It is an interesting coincidence (or, perhaps, not) that the London bombings occurred just as we are preparing to remember the tenth anniversary of the biggest single massacre in Europe since 1945: Srebrenice. That word has entered the roll-call of shame in European history and is one of the many dark blots on the UN’s score card.
Just to remind our readers: In 1993, in the midst of the brutal war in Bosnia, Srebrenice, a Muslim town whose population had increased because of Bosniaks (Muslim Bosnians) fleeing from other parts of the country or being forcibly “cleansed” from their homes, became the first UN-guarded "safe" enclave.
One condition the UN forces, whose track-record in that war left a great deal to be desired, tried to impose is that complete disarming of the Bosniaks. This was not entirely successful and there were various skirmishes.
The main role of the UN troops in various parts of Bosnia seemed to be to be taken hostage by the Serb army and militia and the release of those hostages was predicated on no air strikes. That may well have been part of the reason for the events of June-July 1995.
Radko Mladic’s troops surrounded Srebrenice, which was “protected” by 600 Dutch peace keepers. They were supposed to have requested air protection but this was not forthcoming. In effect the peacekeepers abandoned the population of Srebrenice, many of whom tried to escape and were shot as they did so.
The most horrific development followed in July, when men and boys aged 14 and above were separated from the rest of the population and marched off. With the exception of one or two survivors they were never seen again.
Their bodies were, though. They had all been shot and recently discovered video tapes have given chilling evidence of the brutality of those killings.
The whole sequence of events caused a good deal of anguish in the Netherlands, where there was an enquiry and the government resigned in the wake of a damning report. The UN, as expected, just shrugged the whole episode off.
The Srebrenice massacre was the worst episode in what was a peculiarly nasty war during which Yugoslavia fell apart. Throughout the various manifestations: short war in Slovenia, a rather longer one in Croatia and the long and brutal one in Bosnia, the EU and the member states effectively supported Milosevic and the Serb government.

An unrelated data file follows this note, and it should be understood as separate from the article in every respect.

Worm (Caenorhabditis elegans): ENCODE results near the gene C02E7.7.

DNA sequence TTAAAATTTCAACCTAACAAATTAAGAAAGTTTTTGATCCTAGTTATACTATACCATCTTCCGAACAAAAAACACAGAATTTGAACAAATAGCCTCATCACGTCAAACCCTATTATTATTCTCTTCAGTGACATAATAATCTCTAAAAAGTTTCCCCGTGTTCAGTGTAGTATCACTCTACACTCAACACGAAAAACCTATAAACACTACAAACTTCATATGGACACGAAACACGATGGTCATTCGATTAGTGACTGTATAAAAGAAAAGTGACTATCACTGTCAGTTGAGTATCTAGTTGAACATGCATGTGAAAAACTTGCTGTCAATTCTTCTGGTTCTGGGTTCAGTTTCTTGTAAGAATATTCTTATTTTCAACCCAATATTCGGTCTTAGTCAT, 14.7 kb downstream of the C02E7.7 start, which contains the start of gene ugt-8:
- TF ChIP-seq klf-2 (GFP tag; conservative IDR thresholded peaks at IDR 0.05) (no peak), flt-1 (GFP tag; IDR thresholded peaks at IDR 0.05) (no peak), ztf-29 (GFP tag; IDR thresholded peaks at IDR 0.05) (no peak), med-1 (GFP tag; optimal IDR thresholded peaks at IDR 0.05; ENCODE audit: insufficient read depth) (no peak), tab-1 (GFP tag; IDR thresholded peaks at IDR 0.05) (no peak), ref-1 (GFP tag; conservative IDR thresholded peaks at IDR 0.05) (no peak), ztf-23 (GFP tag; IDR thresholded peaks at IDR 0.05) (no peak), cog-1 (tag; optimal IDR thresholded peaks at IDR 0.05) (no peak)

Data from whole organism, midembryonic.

From the very beginning of the disintegration (1989) the EC, as it then was, assured the Americans gleefully that they should not interfere. As the Luxembourg Foreign Minister, the egregious Jacques Poos, put it: “This is Europe’s hour.”
And a very dark hour it was, too.
The European countries stuck to the arms embargo, which guaranteed that the Serbian army had supremacy in arms, as it simply took over whatever the Yugoslav army had had.
It was worse than that. The EC for several years maintained, as the conflict raged, that Yugoslavia must stay together as a federal state. The leaders were, of course, in the throes of turning the EC into the EU, another federal state and they did not take kindly to the fact that both the Soviet Union and Yugoslavia were disintegrating.
It was not until 1992 that Slovenia and Croatia were recognized as separate countries at the insistence of Germany, which had broken ranks with the other EC member states, who were busy working out a common foreign policy at the expense of the people of former Yugoslavia.
This did not, incidentally, start the war, which had been raging in Croatia for several months before that. By the time of the recognition, Vukovar had been bombed to smithereens and when the city was taken, the notorious Arkan’s irregular forces cleansed it thoroughly.
The Serb army retreated from Croatia and, effectively, handed over its arms to the Bosnian Serb militia. In an EC-supervised referendum the Bosnians voted for independence and in April 1992 it was recognized as such by the EC.
And then? And then the EC, which transmogrified into the EU, did nothing while the Serb army and various militias conducted a war of attrition. The arrival of UN troops did not mitigate the situation as my account at the beginning indicates.
Calls for the lifting of the arms embargo were rejected, among others by the then Foreign Secretary, Douglas Hurd, who wrote a letter to the Daily Telegraph, explaining that it would be a bad idea to have “level killing fields”. That phrase probably marks the nadir of British foreign policy and diplomacy.
Mr Hurd, incidentally, on retiring from politics and taking up an exalted postion with NatWest, returned to Serbia with the intention of negotiating a loan to Slobodan Milosevic.
These sorry events have come back to haunt us, not just because of the anniversary of Srebrenice but because of the fact, mentioned by Mark Steyn in an article on Friday, that many of the British and European Muslims who have been involved in recent terrorist activity, were radicalized by the events in Bosnia.
As far as these young men were concerned, the Bosnian Muslims had been abandoned to their fate by the Europeans. Ironically, of course, it was eventually the Americans leading a NATO contingent who imposed some kind of order in the region and stopped the bloodletting.
The Europeans, on the other hand, who now posture as the friends of Islam, stood back and even aided Milosevic.
Mark Steyn is not entirely accurate in his assertion that nobody could have predicted that the events of Bosnia would radicalize Muslims in many parts of Europe. Not only did some people realize the danger but they wrote about it at the time. We paid no attention. Now we are paying in another coin.